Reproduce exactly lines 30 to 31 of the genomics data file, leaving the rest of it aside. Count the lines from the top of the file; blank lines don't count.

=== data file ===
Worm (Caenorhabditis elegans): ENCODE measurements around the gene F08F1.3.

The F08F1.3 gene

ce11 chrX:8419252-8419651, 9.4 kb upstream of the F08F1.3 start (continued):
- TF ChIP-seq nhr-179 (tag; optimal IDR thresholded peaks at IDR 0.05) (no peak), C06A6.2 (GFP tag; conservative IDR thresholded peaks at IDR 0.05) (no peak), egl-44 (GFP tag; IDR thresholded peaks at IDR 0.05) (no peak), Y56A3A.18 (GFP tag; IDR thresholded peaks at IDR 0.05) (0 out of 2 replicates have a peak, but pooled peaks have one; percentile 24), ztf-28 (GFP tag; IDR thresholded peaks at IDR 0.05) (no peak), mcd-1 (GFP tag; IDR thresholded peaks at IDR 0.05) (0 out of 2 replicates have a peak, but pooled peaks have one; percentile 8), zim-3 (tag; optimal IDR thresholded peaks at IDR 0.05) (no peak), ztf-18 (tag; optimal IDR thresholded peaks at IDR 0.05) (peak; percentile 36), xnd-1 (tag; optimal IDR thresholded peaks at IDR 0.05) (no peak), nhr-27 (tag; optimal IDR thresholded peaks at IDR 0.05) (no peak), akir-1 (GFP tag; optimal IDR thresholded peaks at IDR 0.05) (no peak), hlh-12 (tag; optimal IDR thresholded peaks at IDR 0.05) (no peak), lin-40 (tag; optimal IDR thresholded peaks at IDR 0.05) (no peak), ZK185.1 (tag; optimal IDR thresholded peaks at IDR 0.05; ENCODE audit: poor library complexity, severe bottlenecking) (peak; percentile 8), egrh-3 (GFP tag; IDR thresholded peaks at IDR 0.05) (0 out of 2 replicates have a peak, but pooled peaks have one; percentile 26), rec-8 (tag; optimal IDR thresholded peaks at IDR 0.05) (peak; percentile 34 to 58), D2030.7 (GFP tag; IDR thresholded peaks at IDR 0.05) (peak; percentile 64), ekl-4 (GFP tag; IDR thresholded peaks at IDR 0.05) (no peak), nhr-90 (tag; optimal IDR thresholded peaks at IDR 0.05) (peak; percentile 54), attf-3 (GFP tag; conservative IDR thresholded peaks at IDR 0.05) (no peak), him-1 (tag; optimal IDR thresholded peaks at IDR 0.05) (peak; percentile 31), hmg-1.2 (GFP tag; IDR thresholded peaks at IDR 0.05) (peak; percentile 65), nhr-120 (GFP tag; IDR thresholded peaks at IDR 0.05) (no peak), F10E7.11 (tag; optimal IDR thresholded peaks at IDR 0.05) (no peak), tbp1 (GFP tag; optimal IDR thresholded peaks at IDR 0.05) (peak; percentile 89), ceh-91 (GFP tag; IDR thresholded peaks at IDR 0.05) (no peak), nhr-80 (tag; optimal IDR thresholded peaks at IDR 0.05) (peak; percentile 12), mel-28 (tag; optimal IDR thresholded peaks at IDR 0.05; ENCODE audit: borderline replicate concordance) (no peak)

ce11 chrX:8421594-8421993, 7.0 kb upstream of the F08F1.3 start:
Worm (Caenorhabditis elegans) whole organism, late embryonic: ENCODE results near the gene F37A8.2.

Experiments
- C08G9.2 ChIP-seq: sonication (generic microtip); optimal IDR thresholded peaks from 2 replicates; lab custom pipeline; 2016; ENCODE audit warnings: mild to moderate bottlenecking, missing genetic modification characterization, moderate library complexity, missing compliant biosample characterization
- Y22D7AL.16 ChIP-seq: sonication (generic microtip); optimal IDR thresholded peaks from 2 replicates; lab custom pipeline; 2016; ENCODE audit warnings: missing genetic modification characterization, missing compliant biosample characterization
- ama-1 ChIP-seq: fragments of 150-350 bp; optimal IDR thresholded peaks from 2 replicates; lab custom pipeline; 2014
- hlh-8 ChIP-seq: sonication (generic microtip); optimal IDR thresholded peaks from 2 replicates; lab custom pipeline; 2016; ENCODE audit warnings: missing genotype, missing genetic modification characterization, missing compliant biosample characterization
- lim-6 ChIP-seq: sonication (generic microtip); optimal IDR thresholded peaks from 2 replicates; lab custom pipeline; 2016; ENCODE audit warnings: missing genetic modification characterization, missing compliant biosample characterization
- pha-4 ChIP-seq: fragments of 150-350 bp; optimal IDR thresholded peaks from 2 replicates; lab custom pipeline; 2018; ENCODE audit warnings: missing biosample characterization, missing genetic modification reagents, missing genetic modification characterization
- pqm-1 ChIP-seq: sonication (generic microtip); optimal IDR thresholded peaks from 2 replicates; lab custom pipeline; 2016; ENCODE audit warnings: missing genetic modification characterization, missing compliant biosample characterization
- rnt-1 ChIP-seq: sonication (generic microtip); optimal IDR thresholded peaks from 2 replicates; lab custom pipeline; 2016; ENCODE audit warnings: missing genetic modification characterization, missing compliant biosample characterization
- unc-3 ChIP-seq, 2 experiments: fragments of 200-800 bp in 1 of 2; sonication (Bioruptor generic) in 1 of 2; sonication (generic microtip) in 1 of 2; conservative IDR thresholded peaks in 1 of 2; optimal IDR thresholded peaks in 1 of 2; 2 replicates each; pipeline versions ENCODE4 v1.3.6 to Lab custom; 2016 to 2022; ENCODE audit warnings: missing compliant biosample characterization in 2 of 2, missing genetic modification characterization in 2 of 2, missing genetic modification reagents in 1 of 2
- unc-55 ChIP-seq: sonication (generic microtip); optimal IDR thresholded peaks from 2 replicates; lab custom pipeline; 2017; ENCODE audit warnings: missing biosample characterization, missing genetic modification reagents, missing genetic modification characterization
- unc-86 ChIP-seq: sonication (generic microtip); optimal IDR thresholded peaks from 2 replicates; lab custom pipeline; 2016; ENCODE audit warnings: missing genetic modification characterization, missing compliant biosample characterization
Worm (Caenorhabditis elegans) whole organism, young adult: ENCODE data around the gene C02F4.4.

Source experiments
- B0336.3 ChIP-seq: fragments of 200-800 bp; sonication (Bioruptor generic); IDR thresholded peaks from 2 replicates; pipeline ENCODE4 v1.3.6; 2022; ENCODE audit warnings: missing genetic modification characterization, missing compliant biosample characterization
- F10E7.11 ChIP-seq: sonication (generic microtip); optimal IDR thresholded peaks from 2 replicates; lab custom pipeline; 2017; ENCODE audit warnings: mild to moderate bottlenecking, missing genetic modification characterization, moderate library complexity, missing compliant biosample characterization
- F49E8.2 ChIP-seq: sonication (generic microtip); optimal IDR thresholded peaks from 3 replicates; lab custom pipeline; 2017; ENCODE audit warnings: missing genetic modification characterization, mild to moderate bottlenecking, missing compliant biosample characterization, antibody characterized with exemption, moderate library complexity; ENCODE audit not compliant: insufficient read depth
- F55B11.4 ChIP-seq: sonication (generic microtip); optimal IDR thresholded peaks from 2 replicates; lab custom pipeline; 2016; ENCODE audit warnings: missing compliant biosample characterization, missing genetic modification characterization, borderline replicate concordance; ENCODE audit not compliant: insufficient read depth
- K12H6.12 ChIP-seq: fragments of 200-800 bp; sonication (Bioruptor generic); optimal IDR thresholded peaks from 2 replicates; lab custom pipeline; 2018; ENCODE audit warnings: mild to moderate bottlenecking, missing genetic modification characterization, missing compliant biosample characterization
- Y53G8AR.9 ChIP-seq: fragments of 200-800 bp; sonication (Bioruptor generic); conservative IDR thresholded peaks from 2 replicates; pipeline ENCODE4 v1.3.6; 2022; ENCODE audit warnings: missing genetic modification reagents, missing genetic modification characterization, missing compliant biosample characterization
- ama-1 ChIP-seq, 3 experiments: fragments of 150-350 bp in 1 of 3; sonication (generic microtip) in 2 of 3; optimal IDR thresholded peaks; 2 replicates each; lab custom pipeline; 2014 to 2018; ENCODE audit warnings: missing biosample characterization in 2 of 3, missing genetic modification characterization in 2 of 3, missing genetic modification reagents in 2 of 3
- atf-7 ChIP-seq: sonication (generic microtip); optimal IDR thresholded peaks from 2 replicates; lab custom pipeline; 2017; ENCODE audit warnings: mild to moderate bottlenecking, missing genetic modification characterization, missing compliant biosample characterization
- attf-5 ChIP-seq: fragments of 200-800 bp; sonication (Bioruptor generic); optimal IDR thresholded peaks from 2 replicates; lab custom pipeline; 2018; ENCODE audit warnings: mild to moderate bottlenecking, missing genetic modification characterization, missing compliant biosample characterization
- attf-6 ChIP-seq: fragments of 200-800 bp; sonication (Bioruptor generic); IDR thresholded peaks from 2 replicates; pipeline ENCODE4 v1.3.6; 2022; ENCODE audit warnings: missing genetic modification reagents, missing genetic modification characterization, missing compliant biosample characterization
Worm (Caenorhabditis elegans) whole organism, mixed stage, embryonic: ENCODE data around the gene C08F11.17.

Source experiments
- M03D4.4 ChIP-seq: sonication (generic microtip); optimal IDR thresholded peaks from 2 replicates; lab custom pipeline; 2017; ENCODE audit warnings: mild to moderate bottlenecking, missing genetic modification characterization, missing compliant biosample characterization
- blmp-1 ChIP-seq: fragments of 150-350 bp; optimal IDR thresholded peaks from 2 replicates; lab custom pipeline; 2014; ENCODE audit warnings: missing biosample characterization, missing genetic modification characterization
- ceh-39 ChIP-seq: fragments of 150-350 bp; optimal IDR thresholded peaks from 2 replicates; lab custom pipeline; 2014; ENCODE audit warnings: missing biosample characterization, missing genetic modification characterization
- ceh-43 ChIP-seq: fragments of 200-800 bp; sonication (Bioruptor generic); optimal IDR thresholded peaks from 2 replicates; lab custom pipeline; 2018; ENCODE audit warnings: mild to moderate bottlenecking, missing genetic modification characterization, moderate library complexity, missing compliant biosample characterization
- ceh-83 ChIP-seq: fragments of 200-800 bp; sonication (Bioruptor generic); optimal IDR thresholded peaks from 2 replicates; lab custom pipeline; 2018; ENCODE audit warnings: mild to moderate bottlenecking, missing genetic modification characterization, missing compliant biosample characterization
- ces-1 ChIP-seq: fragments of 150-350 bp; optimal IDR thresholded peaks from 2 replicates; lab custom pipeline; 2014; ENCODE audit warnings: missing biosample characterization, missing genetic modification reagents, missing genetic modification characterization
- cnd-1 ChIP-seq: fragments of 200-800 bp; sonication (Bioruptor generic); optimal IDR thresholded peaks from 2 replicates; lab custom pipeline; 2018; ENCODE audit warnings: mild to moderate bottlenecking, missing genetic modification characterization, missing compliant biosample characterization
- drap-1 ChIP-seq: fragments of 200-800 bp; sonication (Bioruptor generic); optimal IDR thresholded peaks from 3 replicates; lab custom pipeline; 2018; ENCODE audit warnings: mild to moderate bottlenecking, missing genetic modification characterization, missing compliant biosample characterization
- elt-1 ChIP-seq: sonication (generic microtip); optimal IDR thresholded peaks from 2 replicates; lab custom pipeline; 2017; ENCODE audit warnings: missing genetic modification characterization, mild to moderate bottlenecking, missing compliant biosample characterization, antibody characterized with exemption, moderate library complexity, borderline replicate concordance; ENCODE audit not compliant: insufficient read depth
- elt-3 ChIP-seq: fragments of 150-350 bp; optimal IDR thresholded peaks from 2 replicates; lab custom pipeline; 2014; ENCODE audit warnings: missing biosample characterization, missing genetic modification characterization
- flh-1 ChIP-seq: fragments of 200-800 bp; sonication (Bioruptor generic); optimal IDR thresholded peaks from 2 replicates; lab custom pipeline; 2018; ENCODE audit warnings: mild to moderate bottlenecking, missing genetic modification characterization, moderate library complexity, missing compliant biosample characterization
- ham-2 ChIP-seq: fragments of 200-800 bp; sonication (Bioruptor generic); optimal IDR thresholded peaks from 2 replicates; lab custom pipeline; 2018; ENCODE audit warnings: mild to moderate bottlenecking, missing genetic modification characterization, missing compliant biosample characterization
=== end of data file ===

- attf-6 ChIP-seq: fragments of 200-800 bp; sonication (Bioruptor generic); IDR thresholded peaks from 2 replicates; pipeline ENCODE4 v1.3.6; 2022; ENCODE audit warnings: missing genetic modification reagents, missing genetic modification characterization, missing compliant biosample characterization
Worm (Caenorhabditis elegans) whole organism, mixed stage, embryonic: ENCODE data around the gene C08F11.17.